Today is national Employee Ownership Day when thousands of employee owners and EO businesses come together to raise awareness of the benefits of employee ownership.
Lindum has been employee-owned since 1994 and today, around two thirds of employees are shareholders in the company. Group chairman David Chambers explains why the model has been best for business at Lindum…
From the very beginning, Lindum sought to do a good job for clients and share company successes with the people who made it happen. The philosophy of ‘sustain and share’ underpinned its management from day one.
However, the catalyst to set up the Employee Ownership scheme came in 1994 during the aftermath of a particularly complicated construction project.
With hindsight, we felt some of the problems we encountered during the contract may have been avoided had there been a deeper level of pride, ownership and commitment among employees.
We hoped that by encouraging people to buy into the company, employees would be more likely to feel involved further and this has been an important factor in our success ever since.
The process took a few months to formalise and the main challenge was communicating the concept to employees. They needed to understand why we were suggesting they should become a partner in the business. We needed to be clear on the reasons, the potential benefits and, of course, the potential pitfalls.
As personnel changes, this remains a priority even today. The difference is that now we have real life examples of how the shares scheme works and how it can be beneficial to them.
In the beginning, we invited senior staff to buy shares and then we gave away free shares to every employee. This helped to embed the system and encouraged people to continue their investment.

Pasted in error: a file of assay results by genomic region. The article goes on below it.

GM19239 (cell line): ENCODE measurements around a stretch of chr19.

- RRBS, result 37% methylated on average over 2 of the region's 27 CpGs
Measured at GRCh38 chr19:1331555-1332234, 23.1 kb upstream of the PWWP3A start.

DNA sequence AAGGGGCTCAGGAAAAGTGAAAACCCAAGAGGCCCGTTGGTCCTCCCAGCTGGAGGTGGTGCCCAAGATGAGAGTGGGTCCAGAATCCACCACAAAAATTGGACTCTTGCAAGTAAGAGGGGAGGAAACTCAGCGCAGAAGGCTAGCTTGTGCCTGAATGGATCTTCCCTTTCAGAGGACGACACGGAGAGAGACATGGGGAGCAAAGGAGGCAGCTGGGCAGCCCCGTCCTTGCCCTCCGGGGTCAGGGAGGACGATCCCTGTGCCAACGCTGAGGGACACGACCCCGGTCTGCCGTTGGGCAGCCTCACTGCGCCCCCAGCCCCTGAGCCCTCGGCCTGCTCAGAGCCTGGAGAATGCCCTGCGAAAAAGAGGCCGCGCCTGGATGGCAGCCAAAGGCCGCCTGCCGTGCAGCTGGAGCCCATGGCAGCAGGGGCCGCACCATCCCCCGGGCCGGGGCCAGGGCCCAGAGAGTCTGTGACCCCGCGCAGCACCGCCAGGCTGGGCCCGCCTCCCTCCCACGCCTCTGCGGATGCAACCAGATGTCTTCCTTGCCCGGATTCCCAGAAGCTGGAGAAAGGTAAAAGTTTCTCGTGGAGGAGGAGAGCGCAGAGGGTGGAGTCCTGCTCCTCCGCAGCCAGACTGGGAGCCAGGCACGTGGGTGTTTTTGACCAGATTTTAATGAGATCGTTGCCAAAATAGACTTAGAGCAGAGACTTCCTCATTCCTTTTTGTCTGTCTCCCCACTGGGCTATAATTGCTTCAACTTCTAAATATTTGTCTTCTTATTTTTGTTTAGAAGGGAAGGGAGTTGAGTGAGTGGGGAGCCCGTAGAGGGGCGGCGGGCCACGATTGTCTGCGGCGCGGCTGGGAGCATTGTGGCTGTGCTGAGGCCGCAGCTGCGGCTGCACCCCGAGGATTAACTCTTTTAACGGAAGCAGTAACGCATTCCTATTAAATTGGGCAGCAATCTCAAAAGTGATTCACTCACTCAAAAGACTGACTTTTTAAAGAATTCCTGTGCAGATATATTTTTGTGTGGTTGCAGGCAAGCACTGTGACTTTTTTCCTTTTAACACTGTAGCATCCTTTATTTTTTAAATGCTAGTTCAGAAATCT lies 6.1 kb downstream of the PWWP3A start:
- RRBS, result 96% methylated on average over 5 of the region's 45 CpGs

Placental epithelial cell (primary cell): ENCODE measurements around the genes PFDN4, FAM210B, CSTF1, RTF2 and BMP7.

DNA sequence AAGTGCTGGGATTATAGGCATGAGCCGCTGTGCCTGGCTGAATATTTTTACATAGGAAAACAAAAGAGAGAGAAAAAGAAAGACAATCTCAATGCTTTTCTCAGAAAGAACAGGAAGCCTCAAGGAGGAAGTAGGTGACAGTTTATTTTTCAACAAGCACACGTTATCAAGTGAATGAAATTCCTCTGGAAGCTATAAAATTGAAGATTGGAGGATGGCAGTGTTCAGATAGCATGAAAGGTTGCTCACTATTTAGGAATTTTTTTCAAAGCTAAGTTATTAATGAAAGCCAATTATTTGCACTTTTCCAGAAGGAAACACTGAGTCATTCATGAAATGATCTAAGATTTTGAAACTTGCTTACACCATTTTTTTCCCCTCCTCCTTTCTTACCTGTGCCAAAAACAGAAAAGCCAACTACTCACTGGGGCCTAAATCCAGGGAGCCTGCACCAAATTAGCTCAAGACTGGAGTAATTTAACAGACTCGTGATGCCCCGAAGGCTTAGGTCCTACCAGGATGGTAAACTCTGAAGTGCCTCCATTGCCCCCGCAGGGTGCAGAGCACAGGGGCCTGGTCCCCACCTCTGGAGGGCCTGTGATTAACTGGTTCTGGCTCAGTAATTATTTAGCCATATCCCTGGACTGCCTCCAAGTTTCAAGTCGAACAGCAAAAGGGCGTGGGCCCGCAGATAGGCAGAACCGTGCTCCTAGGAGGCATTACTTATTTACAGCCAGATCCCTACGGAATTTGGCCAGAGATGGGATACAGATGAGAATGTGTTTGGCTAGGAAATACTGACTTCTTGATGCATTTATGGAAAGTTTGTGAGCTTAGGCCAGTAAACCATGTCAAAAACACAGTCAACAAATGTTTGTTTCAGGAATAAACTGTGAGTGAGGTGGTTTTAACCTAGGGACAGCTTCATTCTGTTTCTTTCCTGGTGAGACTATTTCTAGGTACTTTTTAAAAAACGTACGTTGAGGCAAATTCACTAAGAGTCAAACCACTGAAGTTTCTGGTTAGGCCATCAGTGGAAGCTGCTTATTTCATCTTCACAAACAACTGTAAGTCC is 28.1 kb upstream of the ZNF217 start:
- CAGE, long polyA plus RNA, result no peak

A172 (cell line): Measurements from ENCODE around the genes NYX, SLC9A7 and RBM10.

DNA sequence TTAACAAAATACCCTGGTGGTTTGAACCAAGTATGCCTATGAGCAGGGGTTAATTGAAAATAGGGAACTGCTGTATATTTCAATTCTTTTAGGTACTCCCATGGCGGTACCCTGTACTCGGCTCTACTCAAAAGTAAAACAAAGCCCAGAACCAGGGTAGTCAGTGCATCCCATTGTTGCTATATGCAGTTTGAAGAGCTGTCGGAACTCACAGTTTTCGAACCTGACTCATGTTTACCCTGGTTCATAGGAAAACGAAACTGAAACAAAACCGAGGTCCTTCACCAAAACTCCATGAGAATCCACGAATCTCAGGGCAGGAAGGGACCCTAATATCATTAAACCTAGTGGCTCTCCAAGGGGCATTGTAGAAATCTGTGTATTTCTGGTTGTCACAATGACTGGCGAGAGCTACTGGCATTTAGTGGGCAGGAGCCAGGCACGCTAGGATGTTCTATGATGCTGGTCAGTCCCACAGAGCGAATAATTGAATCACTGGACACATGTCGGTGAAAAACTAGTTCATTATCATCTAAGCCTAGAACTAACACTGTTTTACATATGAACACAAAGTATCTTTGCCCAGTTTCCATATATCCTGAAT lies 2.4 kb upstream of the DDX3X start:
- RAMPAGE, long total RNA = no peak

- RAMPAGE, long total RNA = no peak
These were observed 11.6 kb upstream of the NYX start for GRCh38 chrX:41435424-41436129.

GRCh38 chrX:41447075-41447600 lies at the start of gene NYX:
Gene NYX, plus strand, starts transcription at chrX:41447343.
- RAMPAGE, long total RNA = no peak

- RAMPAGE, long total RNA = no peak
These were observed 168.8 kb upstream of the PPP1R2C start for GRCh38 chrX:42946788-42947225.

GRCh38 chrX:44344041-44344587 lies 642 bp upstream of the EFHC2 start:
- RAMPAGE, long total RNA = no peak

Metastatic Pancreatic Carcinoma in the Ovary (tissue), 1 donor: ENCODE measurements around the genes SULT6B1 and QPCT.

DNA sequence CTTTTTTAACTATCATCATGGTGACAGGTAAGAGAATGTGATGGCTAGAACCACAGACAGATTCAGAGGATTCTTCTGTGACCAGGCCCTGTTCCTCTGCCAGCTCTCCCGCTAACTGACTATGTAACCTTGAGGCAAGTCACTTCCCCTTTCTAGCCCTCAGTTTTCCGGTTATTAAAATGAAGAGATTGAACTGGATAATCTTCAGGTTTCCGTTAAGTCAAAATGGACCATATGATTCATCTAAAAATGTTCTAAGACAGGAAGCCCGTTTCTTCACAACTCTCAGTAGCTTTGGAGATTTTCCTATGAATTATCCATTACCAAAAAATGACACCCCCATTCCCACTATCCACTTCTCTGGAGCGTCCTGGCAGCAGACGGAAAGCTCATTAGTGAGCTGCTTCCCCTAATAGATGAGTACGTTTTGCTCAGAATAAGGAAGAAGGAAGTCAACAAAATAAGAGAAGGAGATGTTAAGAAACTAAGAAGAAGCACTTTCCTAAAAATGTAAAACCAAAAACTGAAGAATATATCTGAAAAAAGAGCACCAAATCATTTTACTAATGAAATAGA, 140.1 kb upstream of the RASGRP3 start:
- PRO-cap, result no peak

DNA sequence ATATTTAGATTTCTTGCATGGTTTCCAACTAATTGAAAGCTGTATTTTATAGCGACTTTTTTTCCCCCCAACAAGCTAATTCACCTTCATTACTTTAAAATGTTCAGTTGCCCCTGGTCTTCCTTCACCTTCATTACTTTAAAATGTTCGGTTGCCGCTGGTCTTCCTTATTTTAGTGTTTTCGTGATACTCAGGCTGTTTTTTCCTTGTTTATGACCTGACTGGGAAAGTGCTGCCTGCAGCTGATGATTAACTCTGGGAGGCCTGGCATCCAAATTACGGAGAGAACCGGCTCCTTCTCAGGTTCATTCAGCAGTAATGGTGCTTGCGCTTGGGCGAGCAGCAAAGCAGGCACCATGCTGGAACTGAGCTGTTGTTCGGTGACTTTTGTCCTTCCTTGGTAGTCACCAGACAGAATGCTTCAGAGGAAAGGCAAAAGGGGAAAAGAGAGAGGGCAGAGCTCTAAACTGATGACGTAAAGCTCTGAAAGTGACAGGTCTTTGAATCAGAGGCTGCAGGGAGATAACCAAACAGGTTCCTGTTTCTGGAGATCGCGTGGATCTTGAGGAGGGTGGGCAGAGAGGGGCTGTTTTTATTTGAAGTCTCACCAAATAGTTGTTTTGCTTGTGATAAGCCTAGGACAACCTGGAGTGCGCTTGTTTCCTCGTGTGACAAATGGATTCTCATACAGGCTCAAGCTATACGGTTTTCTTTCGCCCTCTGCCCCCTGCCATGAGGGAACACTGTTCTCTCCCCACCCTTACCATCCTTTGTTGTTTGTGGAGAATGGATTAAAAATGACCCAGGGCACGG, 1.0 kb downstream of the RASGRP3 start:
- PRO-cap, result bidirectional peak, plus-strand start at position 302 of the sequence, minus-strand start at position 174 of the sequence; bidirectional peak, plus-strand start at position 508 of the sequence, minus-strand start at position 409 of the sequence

Lindum began life as a family owned business almost 65 years ago. Now, it has 480 employee shareholders and is managed by a board of directors, who also own shares. Our company motto is ‘the best argument wins’ and this runs through all decision making processes.
Lindum Group is one company made up of several divisions. Each division has its own directors and management structure. Each of these work with their teams to determine the direction of their business within the Group plan.
Divisions manage their own business development, with the support of central resources, and all employees are encouraged to see potential business opportunities.
We also have an annual AGM to which all employees are invited. This is an opportunity to discuss the business and ask questions directly of its board of executive directors.
All staff, including management, act as ambassadors for the share schemes. They ensure new members of the team are aware of how to join and what the benefits and risk could be.
We believe being employee-owned helped us to navigate the difficulties thrown up by the Coronavirus pandemic, in the same way that it helps us handle other obstacles which come our way. The people who work at Lindum own a share of the company. They have a vested interest in the business performing well.
We can influence the share price. If we save more money, by delivering good client service or being careful how we spend money and looking after our kit, then our shares will perform better.
As well as this, we can physically see where our money is invested – a shareholder owns a percentage (no matter how big or small) of our cars, vans, tools, buildings, even our tables, chairs and pens.
In terms of the pandemic, our sites were able to reopen quite quickly provided they abided by strict regulations. Our employees understood that it was in everyone’s best interest to be back in action swiftly but without compromising on social distancing and hygiene.
There’s one story which I believe succinctly sums up the impact that employee ownership can have.
In 1993, the year before the share scheme was introduced, 29 steel saws went missing in the course of our construction work. Each one cost £1,000 to replace (and the insurance excess on each was £1,000, so we were essentially out of pocket.)
In 1995, the year after the share scheme, Lindum lost just one saw. Sites were better at housekeeping. Employees put their kit away and looked after company tools better. Group assets were views as everyone’s assets and that really is the value of Employee Ownership.